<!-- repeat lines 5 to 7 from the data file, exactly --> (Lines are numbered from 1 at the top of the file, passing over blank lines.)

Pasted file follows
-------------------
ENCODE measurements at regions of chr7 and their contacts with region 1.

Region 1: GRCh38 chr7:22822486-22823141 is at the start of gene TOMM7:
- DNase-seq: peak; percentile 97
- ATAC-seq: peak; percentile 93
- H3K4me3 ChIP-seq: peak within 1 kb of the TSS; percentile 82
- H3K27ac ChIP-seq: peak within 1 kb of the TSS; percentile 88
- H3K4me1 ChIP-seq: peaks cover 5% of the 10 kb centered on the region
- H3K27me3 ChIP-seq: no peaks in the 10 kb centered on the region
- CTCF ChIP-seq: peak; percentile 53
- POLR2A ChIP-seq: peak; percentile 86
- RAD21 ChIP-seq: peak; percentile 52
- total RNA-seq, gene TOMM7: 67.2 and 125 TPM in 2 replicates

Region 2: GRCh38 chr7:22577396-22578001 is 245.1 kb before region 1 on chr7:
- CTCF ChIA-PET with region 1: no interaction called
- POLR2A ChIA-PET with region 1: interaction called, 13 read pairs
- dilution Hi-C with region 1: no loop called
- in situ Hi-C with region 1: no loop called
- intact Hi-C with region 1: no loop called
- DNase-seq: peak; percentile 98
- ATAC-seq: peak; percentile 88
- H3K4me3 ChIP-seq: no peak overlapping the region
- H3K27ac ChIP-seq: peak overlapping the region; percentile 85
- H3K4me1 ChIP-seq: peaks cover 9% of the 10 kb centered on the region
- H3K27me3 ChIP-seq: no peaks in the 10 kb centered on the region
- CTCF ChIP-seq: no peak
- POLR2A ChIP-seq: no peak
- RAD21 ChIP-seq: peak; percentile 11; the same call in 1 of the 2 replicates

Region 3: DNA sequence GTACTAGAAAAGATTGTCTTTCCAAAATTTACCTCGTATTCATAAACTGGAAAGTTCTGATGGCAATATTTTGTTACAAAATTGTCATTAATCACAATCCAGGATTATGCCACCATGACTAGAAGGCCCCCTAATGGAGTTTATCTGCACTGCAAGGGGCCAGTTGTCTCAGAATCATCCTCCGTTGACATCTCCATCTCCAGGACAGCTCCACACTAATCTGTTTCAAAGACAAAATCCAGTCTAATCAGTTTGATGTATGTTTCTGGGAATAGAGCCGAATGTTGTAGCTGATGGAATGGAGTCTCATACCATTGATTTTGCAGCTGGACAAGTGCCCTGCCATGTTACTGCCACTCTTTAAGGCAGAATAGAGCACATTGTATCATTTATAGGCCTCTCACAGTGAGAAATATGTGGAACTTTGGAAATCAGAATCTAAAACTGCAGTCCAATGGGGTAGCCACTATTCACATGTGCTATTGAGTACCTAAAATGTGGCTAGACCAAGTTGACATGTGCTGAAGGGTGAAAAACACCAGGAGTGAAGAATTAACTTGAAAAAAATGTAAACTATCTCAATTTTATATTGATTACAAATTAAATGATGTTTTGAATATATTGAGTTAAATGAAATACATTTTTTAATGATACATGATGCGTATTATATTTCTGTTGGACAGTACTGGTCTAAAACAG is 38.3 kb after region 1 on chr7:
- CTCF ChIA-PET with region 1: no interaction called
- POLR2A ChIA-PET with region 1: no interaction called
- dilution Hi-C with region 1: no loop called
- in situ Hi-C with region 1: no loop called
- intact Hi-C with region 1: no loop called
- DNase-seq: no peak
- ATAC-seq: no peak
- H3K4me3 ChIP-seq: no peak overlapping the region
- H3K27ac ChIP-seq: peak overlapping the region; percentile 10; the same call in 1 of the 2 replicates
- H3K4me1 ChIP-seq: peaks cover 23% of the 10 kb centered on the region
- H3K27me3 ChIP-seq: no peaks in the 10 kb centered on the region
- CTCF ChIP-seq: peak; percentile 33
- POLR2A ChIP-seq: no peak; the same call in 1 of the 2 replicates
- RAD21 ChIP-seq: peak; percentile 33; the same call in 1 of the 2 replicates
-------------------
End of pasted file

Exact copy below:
- H3K4me3 ChIP-seq: peak within 1 kb of the TSS; percentile 82
- H3K27ac ChIP-seq: peak within 1 kb of the TSS; percentile 88
- H3K4me1 ChIP-seq: peaks cover 5% of the 10 kb centered on the region